The best cloud backup services make it simple and easy to backup your data directly to the cloud, to access from any device whether in the office, home, or on the go.
This has become essential, as we're creating more data than ever before whilst also creating more opportunities to lose it - everything from misplacing it, accidentally deleting it, or losing it to a computer hard drive crash.
Therefore having some form of backup has become a necessary part of your ordinary computing life. While many people will simply backup to a USB drive, CD storage, or an external hard drive, it's best to follow the 3-2-1 backup strategy as a rule.
This means you should keep three copies of the data, stored across at least two different media types, with at least one stored in a different, off-site location. This usually means a copy on your computer, a backup to a USB drive or external drive, with the offsite backup covered by one of the best cloud storage services.
But while similar, there are some big differences between cloud storage and cloud backups - you can find out more in our guide Cloud storage vs Cloud backup vs Cloud sync : What's the difference?
You’ll find even the best free cloud storage providers offer integrated backups, but not all do. For that reason, we’ve tested the best cloud backup services. As part of our review process, we’ve highlighted security features, disaster recovery tools, interface and experience, platform availability, and pricing. We’ve also highlighted automatic backup performance and extras like cloud storage for personal or business use.
Therefore below we'll list what we think are the best cloud backup services currently available.
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Reader Offer: $100 off Sync Pro
Sync delivers outstanding value for anyone looking for terabytes of cloud storage space, and the secure file sharing and collaboration features are an added bonus. Get $15 per user, per month for unlimited storage with this exclusive offer.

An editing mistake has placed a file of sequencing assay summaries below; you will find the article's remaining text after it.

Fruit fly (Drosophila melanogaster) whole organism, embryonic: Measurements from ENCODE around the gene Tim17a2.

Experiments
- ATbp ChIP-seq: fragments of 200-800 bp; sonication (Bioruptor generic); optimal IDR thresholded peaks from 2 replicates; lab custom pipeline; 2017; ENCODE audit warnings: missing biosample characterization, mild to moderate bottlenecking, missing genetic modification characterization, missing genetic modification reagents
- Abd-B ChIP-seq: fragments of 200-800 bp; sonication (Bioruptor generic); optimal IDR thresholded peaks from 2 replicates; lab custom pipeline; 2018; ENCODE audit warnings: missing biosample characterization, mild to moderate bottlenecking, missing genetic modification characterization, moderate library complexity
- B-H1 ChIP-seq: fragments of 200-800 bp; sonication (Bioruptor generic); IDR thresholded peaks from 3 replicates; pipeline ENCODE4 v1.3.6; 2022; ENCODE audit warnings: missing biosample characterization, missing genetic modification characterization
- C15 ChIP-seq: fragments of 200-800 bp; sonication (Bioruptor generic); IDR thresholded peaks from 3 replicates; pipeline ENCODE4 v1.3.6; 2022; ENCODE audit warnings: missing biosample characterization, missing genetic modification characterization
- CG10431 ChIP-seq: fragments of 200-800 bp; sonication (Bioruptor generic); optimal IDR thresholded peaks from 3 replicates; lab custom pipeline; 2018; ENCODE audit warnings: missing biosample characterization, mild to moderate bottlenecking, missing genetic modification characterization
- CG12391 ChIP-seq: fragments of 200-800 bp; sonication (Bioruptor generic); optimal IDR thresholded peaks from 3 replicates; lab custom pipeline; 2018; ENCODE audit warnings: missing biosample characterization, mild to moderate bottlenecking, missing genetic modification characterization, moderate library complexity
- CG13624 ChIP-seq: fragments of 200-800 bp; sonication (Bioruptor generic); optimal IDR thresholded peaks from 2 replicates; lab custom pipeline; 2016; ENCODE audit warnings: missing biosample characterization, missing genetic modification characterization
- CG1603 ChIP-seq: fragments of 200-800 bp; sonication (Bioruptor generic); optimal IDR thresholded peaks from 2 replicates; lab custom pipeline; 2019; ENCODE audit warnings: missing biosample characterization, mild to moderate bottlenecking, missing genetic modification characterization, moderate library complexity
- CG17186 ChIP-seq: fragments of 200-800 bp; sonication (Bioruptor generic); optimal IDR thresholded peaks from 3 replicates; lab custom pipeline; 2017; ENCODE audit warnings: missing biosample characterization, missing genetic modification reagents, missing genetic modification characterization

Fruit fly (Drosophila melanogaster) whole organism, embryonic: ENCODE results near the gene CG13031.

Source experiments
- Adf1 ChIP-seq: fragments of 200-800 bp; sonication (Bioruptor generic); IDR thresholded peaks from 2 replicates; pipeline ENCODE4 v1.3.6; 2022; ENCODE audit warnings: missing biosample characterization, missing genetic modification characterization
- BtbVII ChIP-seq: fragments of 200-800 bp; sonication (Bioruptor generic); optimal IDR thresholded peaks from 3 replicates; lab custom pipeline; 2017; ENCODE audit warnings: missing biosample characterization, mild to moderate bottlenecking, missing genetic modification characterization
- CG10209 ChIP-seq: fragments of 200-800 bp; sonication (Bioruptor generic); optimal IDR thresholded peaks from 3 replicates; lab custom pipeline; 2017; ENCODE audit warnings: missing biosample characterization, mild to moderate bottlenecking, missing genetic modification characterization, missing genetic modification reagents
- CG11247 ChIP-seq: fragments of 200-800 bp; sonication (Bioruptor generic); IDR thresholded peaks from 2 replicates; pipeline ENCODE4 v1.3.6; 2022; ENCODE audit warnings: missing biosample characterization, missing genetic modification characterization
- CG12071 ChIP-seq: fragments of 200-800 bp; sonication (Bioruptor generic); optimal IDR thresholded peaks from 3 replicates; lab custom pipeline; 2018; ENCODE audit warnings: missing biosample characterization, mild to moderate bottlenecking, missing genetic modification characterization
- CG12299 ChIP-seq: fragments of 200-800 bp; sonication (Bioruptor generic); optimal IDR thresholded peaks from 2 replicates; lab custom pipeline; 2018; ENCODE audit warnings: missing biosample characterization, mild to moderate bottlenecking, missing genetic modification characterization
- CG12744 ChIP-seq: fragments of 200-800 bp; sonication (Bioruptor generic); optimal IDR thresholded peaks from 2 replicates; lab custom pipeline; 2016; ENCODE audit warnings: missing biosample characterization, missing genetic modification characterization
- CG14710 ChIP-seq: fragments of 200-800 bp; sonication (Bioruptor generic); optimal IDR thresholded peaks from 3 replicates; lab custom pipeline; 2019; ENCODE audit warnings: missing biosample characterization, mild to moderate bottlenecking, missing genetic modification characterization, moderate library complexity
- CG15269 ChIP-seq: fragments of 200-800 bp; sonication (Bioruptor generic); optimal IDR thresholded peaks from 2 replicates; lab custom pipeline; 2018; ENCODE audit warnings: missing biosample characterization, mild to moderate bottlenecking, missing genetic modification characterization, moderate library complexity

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We've also featured the best cloud storage for photos and pictures.
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The best cloud backup services of 2024 in full:
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Best cloud backup overall
Reasons to buy
Reasons to avoid
iDrive is a user-friendly cloud backup service that’s great for personal and business use. It effortlessly handles everything from simple photo backups for mobile and sharing files across networks, to protecting SQL, Exchange, SharePoint, and many other servers.
Wide platform support covers Windows, Mac, Android, and iOS, and an intuitive browser portal. For more experienced users, there’s Linux via assorted scripts, and a range of network-attached storage devices like QNAP, Synology, Netgear, and Asustor. You can protect as many devices as you like with a single account.
A lengthy list of backup options starts with simple file and folder protection, but you can also protect your iPhone's photos, videos, contacts and calendar, maybe add SMS on an Android phone, even create a full disk image for disaster recovery purposes later. But for all its power, we found iDrive's apps very easy to use, and our speed tests revealed backup performance was a good match for Google Drive and the top storage contenders.
For what you get, we were impressed with the subscription prices. A basic Personal plan starts at 5TB for just under $60 a year, with the Business plan starting at 250GB for $75 a year. Your internet isn’t fast enough to back up or restore hundreds of gigabytes of data? The IDrive Express service allows you to send files to or from iDrive on a USB drive via the mail. Personal plans can do this once a year for free, business plans get three tries.
When we reviewed the service, we were impressed with how it stood up to our tests. The sync speed was excellent and you can see the progress of individual files by clicking into the "cloud-drive" folder.
When we deliberately deleted a file in order to see how iDrive handled restoring data, we were disappointed to see that it wasn't possible to recover the data using the desktop client. However when we opened the web interface, we were able to restore the folder from the trash without issue.
We were also able to use the rather spartan web interface to restore a modified version of our test document to the original version with just a few mouse clicks.
Minor quibbles, really, for a platform that delivers an impressively wide breadth of services across all platforms at a good price.
Read our full IDrive review.
Best cloud backup for simplicity
Reasons to buy
Reasons to avoid
Dropbox is already one of the biggest names in cloud storage. Dropbox Backup is also only available as an option for existing users using the desktop client.
When Dropbox Backup first launches, you choose which folders you wish to sync. By default the client will automatically run backups every 15 minutes.